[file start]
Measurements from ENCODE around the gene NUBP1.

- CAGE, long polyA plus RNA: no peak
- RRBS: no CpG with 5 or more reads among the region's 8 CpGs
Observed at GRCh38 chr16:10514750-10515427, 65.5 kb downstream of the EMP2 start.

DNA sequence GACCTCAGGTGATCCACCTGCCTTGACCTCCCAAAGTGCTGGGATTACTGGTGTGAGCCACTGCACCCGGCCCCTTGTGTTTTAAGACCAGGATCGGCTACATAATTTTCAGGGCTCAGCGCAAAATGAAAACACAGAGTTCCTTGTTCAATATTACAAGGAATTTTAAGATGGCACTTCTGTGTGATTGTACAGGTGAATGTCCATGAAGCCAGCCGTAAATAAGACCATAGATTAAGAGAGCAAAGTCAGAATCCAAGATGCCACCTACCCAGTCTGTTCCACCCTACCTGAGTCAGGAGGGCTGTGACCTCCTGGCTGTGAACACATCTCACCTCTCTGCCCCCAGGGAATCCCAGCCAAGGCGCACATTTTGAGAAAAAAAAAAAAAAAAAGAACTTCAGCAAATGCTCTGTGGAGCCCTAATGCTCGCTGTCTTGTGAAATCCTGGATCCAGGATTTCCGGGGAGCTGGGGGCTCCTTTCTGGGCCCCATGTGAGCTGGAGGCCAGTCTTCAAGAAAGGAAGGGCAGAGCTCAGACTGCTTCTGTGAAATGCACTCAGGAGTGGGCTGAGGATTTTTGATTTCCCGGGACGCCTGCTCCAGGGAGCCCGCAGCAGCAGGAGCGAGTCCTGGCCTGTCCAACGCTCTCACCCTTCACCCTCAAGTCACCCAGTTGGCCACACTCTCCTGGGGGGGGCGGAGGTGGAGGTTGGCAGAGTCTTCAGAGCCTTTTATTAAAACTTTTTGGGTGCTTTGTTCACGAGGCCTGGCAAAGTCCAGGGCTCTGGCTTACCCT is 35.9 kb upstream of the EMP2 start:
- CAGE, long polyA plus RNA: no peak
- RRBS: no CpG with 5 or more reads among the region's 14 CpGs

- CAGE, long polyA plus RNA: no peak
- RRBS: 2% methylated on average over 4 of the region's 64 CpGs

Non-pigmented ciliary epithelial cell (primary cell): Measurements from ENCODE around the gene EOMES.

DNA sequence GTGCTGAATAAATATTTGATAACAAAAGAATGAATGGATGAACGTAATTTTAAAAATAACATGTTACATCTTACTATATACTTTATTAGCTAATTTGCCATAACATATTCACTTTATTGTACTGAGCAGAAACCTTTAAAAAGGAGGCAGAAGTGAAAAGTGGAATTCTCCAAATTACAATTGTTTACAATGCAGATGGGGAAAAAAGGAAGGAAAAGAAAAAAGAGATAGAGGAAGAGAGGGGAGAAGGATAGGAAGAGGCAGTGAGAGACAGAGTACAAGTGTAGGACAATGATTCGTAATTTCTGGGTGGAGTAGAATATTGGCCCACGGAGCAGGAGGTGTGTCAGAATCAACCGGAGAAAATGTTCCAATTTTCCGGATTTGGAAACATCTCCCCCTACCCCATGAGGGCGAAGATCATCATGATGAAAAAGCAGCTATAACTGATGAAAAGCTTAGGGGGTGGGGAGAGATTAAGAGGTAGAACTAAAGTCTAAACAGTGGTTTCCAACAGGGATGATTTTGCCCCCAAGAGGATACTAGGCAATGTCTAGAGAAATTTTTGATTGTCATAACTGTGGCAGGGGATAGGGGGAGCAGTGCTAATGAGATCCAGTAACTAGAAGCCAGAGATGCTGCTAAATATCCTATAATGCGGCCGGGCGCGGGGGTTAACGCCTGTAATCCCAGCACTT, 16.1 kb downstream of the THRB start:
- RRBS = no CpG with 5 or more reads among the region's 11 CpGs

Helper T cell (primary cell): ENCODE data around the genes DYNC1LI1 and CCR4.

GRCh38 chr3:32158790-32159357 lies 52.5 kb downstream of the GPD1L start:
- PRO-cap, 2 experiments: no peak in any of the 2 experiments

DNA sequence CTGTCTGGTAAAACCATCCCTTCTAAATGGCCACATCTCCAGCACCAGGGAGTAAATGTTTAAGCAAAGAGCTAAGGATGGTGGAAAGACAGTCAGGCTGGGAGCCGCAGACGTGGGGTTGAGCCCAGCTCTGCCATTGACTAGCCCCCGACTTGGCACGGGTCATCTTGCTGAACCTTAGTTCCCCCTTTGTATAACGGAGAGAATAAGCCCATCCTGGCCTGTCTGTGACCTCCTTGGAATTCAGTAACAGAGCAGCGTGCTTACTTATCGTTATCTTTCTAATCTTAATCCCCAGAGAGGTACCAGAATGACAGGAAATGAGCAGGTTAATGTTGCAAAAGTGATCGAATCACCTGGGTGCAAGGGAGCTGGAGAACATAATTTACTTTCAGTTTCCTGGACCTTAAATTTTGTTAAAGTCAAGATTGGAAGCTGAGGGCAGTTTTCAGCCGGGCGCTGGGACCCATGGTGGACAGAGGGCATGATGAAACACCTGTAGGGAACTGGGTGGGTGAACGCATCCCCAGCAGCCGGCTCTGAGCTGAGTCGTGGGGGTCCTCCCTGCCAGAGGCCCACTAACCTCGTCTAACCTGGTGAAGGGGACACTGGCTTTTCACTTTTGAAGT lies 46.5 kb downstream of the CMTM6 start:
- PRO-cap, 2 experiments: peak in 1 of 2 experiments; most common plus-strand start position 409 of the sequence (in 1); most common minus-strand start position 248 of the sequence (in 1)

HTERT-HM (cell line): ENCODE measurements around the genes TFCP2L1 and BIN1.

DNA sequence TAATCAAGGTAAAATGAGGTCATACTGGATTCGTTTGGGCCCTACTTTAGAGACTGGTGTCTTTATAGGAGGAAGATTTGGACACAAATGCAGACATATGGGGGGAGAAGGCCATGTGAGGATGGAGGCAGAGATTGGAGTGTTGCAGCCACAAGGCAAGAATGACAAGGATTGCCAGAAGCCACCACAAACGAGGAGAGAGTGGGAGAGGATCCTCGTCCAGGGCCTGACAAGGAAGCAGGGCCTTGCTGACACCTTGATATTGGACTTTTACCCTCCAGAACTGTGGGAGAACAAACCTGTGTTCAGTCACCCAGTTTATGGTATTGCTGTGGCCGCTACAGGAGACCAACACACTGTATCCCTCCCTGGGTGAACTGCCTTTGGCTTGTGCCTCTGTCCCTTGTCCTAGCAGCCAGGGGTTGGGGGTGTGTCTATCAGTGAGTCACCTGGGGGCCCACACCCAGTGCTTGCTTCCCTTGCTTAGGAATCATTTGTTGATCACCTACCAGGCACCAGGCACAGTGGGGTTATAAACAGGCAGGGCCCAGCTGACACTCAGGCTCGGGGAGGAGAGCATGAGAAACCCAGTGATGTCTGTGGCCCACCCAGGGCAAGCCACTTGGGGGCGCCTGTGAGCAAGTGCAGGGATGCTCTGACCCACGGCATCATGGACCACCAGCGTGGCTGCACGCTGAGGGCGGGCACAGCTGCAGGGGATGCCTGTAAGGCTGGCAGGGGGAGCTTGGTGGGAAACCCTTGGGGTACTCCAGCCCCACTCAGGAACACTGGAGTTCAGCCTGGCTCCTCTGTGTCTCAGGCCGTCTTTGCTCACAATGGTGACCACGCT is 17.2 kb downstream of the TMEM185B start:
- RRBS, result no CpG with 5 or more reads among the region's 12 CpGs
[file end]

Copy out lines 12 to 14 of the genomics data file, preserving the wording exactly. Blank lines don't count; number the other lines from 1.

- RRBS = no CpG with 5 or more reads among the region's 11 CpGs

Helper T cell (primary cell): ENCODE data around the genes DYNC1LI1 and CCR4.

GRCh38 chr3:32158790-32159357 lies 52.5 kb downstream of the GPD1L start: